Miss Emika Chen

is officially invited to participate

in the Wardraft as a Wild

on March 3rd





Wardraft every single year. It always takes place in the Tokyo Dome a week after the all-star opening ceremony, with a packed stadium of fifty thousand screaming fans and all eyes trained on the wild-card players sitting in the stadium’s front rows, circling the central arena. One by one, the sixteen official Warcross teams choose their top picks from the wild cards.

Warcross fans know most of the wild cards by heart, because the wild cards tend to be some of the highest-scoring players in the game, those who are constantly on the leaderboards and have millions of followers. Last year, the number one draft pick was Ana Carolina Santos, representing Brazil. The year before that, Poland’s Penn Wachowski, who now plays for Team Stormchasers, was picked first. And the year before
it was South Korea’s Ki-woon “Kento” Park, who currently is on Team Andromeda.

But I’m used to watching this madness unfold from home, with my glasses on. This time, I’m going to be sitting in the front row of the Tokyo Dome.

My hands shake now as the car pulls into the streets near the dome. My eyes stay transfixed on the scenery outside. If Times Square had seemed crazy about Warcross, it’s nothing compared to Tokyo. Through my contact lenses, the entire main intersection of Shibuya is alight with hovering screens, rotating through each wild card’s photo and showing clips from past drafts. Thousands of screaming fans cluster in the streets below. The car drives through a special, blocked-off section where a squadron of police guides us through. As we pass by, people on the sidewalks wave at each of our cars, their faces lit with excitement. They can’t see through our tinted windows, but they know that this is the only route taken to escort the players to the dome.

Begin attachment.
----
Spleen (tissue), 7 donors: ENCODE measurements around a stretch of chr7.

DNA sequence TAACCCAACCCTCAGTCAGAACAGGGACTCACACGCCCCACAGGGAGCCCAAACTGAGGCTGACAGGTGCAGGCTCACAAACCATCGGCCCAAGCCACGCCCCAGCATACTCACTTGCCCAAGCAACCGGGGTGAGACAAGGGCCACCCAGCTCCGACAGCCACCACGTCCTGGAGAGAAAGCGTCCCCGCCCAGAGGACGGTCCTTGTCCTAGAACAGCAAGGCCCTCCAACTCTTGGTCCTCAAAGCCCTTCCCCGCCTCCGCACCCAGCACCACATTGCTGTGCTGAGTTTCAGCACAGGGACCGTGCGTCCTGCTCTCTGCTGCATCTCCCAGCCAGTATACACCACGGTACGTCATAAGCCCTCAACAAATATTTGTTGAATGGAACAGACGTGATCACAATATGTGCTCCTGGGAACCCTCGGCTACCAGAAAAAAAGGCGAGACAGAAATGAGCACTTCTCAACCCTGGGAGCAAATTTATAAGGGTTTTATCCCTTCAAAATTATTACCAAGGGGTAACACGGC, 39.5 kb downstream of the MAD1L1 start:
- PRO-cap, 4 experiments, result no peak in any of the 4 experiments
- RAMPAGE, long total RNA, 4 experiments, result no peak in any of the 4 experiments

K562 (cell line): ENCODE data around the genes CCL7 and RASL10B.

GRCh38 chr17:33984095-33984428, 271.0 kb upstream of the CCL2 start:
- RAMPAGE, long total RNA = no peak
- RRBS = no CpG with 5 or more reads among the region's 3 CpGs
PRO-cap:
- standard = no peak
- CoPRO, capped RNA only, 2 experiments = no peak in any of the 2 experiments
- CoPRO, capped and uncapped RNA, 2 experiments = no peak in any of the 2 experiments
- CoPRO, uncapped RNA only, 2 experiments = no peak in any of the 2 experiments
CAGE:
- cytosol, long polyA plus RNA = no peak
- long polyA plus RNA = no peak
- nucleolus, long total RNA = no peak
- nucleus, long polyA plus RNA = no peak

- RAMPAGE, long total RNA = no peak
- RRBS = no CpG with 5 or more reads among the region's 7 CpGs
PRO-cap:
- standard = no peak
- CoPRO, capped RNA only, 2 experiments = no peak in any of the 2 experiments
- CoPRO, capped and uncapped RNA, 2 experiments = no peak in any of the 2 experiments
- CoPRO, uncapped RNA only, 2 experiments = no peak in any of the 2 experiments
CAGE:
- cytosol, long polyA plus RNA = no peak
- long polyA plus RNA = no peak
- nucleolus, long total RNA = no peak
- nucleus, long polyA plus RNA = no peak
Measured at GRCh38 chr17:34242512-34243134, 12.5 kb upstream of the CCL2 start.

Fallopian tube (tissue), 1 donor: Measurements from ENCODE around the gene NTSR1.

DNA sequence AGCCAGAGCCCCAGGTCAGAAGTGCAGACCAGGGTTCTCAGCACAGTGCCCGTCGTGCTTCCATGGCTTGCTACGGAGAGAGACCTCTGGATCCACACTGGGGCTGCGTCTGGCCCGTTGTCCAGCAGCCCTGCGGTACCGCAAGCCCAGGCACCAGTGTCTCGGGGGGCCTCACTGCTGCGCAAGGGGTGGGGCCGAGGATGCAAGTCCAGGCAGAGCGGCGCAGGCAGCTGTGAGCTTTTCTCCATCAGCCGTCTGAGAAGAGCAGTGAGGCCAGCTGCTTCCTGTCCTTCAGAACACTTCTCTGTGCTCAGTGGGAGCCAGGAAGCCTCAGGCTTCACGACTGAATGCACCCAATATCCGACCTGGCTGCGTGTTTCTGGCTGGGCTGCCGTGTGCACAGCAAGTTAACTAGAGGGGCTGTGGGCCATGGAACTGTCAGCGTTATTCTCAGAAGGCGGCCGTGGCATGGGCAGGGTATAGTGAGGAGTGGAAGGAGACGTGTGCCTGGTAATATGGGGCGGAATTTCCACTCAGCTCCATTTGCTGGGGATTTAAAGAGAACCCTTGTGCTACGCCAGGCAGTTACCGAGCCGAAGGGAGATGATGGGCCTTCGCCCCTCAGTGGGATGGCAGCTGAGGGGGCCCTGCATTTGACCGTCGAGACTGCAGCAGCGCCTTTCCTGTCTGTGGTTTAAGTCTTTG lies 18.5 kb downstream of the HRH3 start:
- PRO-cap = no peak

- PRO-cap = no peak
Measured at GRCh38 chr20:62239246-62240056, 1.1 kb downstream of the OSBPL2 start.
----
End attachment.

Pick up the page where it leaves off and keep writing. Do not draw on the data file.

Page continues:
Overhead, my photo appears, covering the entire side of a skyscraper. It’s an old picture of me as a high school sophomore, the last year I spent in school before I was expelled. I look grave in it, my hair pin-straight and at least a dozen different bright colors, my skin so pale it looks ashen. Headlines about me are sprinkled everywhere.

Emika Chen Nominated for Wardraft

From Penniless Glitch to Wild-Card Star!

Details in This Week’s Issue


Seeing my face cover eighty stories is enough to make me nauseous. I force myself to look away from the madness outside and instead press my trembling hands together firmly in my lap.